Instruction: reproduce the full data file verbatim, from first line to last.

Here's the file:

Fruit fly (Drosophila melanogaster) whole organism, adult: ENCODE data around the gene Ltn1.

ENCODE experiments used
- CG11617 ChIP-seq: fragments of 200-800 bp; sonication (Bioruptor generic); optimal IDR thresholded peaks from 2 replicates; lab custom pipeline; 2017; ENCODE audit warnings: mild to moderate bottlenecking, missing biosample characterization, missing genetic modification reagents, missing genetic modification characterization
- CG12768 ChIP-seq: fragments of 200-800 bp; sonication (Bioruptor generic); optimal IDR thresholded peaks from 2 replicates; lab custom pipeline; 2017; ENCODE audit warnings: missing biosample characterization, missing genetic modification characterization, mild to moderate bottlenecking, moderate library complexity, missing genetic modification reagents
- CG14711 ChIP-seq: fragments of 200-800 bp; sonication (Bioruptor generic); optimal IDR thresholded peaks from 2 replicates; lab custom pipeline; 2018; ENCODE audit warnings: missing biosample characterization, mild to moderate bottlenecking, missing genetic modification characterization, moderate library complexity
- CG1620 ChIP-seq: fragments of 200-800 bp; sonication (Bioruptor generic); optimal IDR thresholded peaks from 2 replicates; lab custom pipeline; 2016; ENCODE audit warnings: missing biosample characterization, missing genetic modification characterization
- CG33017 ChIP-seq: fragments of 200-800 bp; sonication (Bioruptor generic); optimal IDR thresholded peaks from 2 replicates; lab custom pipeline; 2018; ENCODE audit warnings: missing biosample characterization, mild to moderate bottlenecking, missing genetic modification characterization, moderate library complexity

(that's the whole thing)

Fruit fly (Drosophila melanogaster) whole organism, adult: ENCODE data around the gene Ltn1.

ENCODE experiments used
- CG11617 ChIP-seq: fragments of 200-800 bp; sonication (Bioruptor generic); optimal IDR thresholded peaks from 2 replicates; lab custom pipeline; 2017; ENCODE audit warnings: mild to moderate bottlenecking, missing biosample characterization, missing genetic modification reagents, missing genetic modification characterization
- CG12768 ChIP-seq: fragments of 200-800 bp; sonication (Bioruptor generic); optimal IDR thresholded peaks from 2 replicates; lab custom pipeline; 2017; ENCODE audit warnings: missing biosample characterization, missing genetic modification characterization, mild to moderate bottlenecking, moderate library complexity, missing genetic modification reagents
- CG14711 ChIP-seq: fragments of 200-800 bp; sonication (Bioruptor generic); optimal IDR thresholded peaks from 2 replicates; lab custom pipeline; 2018; ENCODE audit warnings: missing biosample characterization, mild to moderate bottlenecking, missing genetic modification characterization, moderate library complexity
- CG1620 ChIP-seq: fragments of 200-800 bp; sonication (Bioruptor generic); optimal IDR thresholded peaks from 2 replicates; lab custom pipeline; 2016; ENCODE audit warnings: missing biosample characterization, missing genetic modification characterization
- CG33017 ChIP-seq: fragments of 200-800 bp; sonication (Bioruptor generic); optimal IDR thresholded peaks from 2 replicates; lab custom pipeline; 2018; ENCODE audit warnings: missing biosample characterization, mild to moderate bottlenecking, missing genetic modification characterization, moderate library complexity